Veteran journalist Carl Hoffman believes he’s solved one of the great mysteries of the 20th century. In 1961 at the age of 23, Michael Rockefeller – son of New York Governor Nelson Rockefeller and a member of one of the richest and most powerful families in America ¬– travelled to remote New Guinea in search of primitive art for his father’s new museum.
3-C Passenger Rail – Something to Sleep On
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The debate over the proposed 3-C passenger r rail system is intense. Supporters argue the project would bring new jobs and boost Ohio’s economy. Opponents argue passenger rail is a waste of tax-payer money and a testament of the inability to have European-like transportation systems within the U.S. Yet, as I listen to both sides, I can’t help but think of a large benefit of the proposed train: the chance to take a nap.
When traveling for vacations as a child, I remember excitedly boarding a plane, ready to spend the next few hours coloring with my parents, only to find them both conked out and lightly snoring before the plane even left the gate. As a kid, their behavior perplexed me. Flying was exciting! Why would they sleep? It was not until I reached adulthood that I realized the incredible gift a plane trip provides travelers: the chance to take a two hour catnap. Granted, I always de-board a plane a bit disheveled, bashfully wiping drool off the corners of my mouth. But I always feel rested. And in a culture where every minute is planned and our days are spent hurrying from one activity to another, those two-hour catnaps are important. So the proposed train provides the exact same benefits of a plane trip: a restful sleep and a relaxed mind.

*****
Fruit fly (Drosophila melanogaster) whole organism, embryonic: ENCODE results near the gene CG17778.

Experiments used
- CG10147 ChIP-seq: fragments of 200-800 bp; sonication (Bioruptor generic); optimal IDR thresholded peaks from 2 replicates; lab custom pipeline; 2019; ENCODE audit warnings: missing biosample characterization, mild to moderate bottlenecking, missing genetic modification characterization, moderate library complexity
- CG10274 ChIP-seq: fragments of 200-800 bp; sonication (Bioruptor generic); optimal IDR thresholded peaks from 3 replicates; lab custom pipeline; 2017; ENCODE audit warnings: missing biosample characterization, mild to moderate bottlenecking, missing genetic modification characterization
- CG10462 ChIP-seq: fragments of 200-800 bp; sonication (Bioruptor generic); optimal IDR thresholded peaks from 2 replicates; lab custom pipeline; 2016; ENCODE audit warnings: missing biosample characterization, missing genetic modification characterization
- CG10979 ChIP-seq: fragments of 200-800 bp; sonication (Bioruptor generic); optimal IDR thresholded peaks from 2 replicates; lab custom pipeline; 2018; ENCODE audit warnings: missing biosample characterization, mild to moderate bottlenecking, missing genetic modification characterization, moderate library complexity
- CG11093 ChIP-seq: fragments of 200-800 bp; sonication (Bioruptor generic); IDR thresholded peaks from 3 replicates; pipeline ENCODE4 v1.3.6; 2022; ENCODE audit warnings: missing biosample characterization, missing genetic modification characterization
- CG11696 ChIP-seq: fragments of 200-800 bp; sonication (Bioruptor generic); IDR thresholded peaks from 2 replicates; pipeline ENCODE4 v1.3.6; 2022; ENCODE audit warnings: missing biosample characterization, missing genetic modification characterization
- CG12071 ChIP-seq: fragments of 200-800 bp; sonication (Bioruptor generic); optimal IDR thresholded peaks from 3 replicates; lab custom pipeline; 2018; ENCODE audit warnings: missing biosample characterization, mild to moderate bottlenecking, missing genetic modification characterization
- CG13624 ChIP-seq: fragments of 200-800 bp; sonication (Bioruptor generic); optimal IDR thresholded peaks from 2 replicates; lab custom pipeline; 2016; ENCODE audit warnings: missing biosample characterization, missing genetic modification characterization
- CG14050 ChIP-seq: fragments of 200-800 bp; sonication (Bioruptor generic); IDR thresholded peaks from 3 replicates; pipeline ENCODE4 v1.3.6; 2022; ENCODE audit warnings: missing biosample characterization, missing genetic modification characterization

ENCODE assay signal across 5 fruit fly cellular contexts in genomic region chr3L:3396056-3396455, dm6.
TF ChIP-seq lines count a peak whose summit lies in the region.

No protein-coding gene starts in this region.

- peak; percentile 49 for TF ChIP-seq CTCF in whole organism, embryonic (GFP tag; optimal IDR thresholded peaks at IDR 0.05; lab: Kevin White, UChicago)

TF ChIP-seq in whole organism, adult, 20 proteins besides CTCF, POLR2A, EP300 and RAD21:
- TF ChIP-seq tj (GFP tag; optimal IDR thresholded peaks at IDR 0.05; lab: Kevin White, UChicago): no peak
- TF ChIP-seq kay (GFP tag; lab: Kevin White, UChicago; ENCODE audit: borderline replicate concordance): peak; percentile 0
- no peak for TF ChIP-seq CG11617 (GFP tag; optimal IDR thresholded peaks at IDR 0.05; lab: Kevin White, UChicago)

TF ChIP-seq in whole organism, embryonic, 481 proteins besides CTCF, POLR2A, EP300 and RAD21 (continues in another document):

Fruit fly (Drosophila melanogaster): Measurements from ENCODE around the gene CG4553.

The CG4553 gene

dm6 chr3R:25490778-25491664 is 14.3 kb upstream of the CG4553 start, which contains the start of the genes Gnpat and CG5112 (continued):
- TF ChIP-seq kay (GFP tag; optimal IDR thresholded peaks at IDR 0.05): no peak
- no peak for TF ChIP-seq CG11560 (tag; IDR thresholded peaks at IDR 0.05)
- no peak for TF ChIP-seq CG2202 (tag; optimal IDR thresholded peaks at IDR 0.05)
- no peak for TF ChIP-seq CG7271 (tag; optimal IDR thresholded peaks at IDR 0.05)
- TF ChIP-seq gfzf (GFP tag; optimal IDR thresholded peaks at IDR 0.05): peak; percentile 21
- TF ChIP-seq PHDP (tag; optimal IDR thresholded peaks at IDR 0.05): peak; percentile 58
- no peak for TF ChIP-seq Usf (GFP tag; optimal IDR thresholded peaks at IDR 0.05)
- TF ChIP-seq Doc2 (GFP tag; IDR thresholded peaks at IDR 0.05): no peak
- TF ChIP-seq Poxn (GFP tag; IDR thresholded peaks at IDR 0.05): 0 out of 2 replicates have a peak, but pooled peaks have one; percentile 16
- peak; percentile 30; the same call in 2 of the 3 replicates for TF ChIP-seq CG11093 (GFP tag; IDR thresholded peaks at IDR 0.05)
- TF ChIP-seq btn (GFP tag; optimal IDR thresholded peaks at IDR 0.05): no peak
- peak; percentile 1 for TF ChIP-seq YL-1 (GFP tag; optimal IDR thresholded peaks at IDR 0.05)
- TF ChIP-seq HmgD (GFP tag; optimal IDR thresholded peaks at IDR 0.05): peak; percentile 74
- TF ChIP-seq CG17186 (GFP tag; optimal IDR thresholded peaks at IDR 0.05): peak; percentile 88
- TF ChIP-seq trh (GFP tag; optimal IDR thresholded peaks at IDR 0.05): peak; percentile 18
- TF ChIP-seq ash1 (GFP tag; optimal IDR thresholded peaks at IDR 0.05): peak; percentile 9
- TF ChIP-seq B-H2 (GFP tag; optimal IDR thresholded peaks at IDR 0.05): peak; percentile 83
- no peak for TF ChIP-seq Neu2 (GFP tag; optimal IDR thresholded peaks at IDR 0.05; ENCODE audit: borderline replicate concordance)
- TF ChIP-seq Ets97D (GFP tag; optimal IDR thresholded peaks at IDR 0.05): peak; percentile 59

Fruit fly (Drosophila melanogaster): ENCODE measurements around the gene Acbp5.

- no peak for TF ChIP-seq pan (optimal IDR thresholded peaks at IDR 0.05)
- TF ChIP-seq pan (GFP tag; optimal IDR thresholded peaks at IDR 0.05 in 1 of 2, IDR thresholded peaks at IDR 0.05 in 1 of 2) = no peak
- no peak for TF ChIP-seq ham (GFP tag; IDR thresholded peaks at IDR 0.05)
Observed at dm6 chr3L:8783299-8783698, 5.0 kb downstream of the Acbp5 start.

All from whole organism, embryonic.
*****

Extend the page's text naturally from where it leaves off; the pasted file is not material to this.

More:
A main argument against the rail system is the fact that the average train speed will be a mere 39 miles an hour. This means that while driving from Cincinnati to Cleveland takes about 4 hours, riding the train would take about six and a half. . Clearly that is a significant time difference. And it does not make much sense to choose a longer travel option when a shorter one is available. But realistically, driving Four hours is exhausting. Even if you pack a snack bag and blast some music to feign boredom, you still feel depleted of energy when you reach your destination. Coupled with the potential for car trouble, traffic, and the inevitable bathroom breaks, a four hour trip can become as draining as an excursion to the mall on Black Friday. Yet, traveling by train allows for the opportunity to take that allusive catnap. 2 and a half hours seems like a lot to add on to an already long trip. But a few hours of sitting, relaxing, and catching up on sleep while humming along Amish country? Now that sounds like a good time.
I doubt passenger trains would replace car trips up I- 71. And sure, you can get to Grandma’s faster by driving. But think of how much happier Grandma will be when you arrive rested and relaxed after spending the past few hours dreaming of mai tais on the beach? Tacking on extra time to a trip is not very appealing. Yet, given that today’s society is so hectic and work-obsessed, the prospect of enjoying a little catnap might just convince some sleep-deprived Ohioans to opt for the train instead of the Toyota.